Crude oil prices rose by more than $1/bbl on the London market on Nov. 13 amid reports of labor unrest in Libya while crude oil prices rose modestly on the New York market pending the release of the US government’s weekly inventory report, delayed a day because of the Nov. 11 Veterans Day holiday.
Libya’s oil industry has faced security concerns and labor unrest since civil war erupted there in 2011, triggering repeated worries about potential crude oil production disruptions.
On Nov. 13, the Associated Press reported Libyan protesters shut down a refinery in the eastern port city of Tobruk by blocking a road going to the facility. Protesters also reportedly blocked entrances to the offices of Arabian Gulf Oil Co., a branch of state-owned National Oil Corp.
AP reported the protests were triggered by Libya’s workers demanding jobs they claimed were promised for 1,000 people.
The US Energy Information Administration released a Short-Term Energy Outlook on Nov. 13, forecasting US fourth-quarter oil use will average 250,000 b/d above the same period last year to reach 18.7 million bbl in late-2013.
EIA forecast gasoline demand will rise 100,000 b/d from the same period for 2012 to reach a fourth-quarter average of 8.6 million b/d while distillate demand rises 190,000 b/d to 3.93 million b/d.
In the weekly inventory statistics released Nov. 14, EIA said US commercial crude oil inventories, excluding those in the Strategic Petroleum Reserve, increased by 2.6 million bbl for the week ended Nov. 8 compared with the previous week. The most recent tally was 388.1 million bbl, which is above the upper range for this time of year.
Total motor gasoline inventories decreased by 800,000 bbl and are near the top of the average range. Finished gasoline inventories increased while gasoline blending component inventories decreased. Distillate fuel inventories decreased by 500,000 bbl and remain near the lower limit of the average range for this time of year. Propane-propylene inventories fell 1.3 million bbl and are in the lower portion of the average range.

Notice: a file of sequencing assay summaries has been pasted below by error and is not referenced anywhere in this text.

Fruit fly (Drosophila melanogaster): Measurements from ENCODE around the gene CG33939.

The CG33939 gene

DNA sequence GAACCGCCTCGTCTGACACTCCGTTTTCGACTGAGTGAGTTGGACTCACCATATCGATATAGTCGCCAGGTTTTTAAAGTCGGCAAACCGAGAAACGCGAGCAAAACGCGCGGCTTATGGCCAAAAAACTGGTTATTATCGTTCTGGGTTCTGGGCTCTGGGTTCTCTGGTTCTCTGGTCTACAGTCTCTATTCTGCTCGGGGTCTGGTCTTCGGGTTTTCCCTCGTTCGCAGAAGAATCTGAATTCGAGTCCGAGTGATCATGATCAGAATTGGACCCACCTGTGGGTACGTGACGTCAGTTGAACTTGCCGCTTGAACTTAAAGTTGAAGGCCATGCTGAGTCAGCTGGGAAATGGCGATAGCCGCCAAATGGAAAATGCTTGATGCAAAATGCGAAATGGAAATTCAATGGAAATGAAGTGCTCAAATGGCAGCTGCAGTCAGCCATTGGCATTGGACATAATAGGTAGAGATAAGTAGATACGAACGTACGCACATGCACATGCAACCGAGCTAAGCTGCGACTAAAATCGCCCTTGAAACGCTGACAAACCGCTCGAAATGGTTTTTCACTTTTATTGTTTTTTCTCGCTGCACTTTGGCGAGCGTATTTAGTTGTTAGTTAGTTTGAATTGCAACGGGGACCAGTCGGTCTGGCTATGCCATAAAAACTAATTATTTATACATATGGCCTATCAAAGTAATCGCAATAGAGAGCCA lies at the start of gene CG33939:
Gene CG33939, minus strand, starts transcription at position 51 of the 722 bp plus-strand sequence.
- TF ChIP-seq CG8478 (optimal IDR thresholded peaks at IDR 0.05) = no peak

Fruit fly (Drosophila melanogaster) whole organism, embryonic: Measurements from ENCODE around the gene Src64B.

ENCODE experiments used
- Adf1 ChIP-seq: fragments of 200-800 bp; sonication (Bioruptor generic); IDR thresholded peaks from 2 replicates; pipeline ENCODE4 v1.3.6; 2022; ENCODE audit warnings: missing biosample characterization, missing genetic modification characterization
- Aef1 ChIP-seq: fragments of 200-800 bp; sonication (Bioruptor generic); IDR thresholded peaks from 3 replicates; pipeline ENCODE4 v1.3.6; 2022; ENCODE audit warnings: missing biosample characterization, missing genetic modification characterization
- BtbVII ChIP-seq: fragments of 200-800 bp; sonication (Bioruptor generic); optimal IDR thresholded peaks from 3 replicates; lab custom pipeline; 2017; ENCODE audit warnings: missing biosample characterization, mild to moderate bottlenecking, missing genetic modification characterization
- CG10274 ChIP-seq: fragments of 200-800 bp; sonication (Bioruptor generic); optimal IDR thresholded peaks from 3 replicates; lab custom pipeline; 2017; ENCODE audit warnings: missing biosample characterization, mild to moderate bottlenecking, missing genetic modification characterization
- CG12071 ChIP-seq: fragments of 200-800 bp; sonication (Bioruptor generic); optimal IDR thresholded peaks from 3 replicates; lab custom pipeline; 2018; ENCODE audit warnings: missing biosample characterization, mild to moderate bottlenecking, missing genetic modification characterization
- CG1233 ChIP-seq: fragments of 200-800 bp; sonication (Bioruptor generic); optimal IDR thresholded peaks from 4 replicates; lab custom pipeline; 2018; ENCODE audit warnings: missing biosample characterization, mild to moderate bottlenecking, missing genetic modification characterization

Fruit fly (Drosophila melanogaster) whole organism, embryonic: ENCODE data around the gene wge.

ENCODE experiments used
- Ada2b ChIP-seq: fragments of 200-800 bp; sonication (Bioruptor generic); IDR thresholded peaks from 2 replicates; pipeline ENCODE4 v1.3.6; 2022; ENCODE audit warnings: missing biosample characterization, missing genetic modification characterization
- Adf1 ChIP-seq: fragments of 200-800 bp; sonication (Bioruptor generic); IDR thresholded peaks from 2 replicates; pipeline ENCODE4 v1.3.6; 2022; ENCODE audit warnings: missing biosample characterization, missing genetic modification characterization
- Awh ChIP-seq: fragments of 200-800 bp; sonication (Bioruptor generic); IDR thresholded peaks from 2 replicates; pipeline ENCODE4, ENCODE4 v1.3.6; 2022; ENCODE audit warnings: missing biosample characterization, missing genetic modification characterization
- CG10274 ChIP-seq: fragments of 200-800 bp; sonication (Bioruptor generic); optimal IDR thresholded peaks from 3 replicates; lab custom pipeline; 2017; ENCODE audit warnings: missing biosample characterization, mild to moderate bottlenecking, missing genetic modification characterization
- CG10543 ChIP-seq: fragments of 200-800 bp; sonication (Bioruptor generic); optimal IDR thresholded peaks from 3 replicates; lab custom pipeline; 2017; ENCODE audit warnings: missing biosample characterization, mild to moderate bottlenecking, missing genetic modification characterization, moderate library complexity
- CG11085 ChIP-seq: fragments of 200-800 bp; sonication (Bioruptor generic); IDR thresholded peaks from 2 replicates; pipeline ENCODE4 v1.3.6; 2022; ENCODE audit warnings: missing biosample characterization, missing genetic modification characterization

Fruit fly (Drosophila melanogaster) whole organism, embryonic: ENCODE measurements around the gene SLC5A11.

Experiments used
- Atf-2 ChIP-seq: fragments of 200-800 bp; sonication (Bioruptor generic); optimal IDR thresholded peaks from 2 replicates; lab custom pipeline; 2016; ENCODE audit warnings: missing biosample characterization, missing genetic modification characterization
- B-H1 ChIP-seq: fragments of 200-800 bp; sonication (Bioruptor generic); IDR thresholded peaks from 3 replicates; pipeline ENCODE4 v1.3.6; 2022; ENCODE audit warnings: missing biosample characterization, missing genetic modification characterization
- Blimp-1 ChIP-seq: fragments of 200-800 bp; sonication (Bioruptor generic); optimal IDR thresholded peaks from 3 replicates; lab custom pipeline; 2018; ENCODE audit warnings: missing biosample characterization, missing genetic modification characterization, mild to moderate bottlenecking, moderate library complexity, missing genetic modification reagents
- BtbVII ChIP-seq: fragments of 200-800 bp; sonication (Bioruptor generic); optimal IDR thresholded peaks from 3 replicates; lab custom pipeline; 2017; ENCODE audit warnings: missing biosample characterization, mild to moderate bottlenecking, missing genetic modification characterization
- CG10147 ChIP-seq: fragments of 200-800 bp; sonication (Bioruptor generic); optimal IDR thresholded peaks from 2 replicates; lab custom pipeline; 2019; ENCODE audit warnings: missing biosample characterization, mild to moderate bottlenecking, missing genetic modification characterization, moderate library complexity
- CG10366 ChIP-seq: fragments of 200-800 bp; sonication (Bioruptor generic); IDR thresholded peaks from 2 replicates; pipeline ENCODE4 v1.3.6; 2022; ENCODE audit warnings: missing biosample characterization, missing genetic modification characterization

Refinery inputs averaged about 15.4 million b/d during the week ended Nov. 8, which was 343,000 b/d higher than the previous week’s average. Refineries operated at 88.7% capacity last week. Gasoline production rose from the previous week, averaging 9.4 million b/d. Distillate fuel production increased to 4.9 million b/d.
US crude oil imports averaged about 7.8 million b/d, up by 620,000 b/d from the previous week. Over the last 4 weeks, crude oil imports averaged 7.5 million b/d, 7.5% below the same 4-week period last year. Total motor gasoline imports (including both finished gasoline and gasoline blending components) averaged 446,000 b/d while distillate fuel imports averaged 130,000 b/d.
Heating oil for December delivery was up 4.45¢ to settle at a rounded $2.90/gal on NYMEX. Reformulated gasoline stock for oxygenate blending for December delivery rose 4.16¢ to a rounded $2.63/gal. The settlements for both heating oil and reformulated gasoline were the highest since Oct. 31.
The December natural gas contract on NYMEX was down 5.1¢ to settle at a rounded $3.57/MMbtu. On the US spot market, the gas price at Henry Hub, La., was a rounded $3.67/MMbtu, down 2.4¢.
In London, the December ICE contract for Brent crude oil gained $1.31 to settle at $107.12/bbl. The January 2014 contract climbed $1.35 to $106.89/bbl. The December contract for ICE gas oil was up $6.50 to $901.25/tonne. The November gas oil contract has expired.
The Organization of Petroleum Exporting Countries reported its basket of 12 benchmark crudes was $103.52/bbl on Nov. 13, down 8¢ from Nov. 12.
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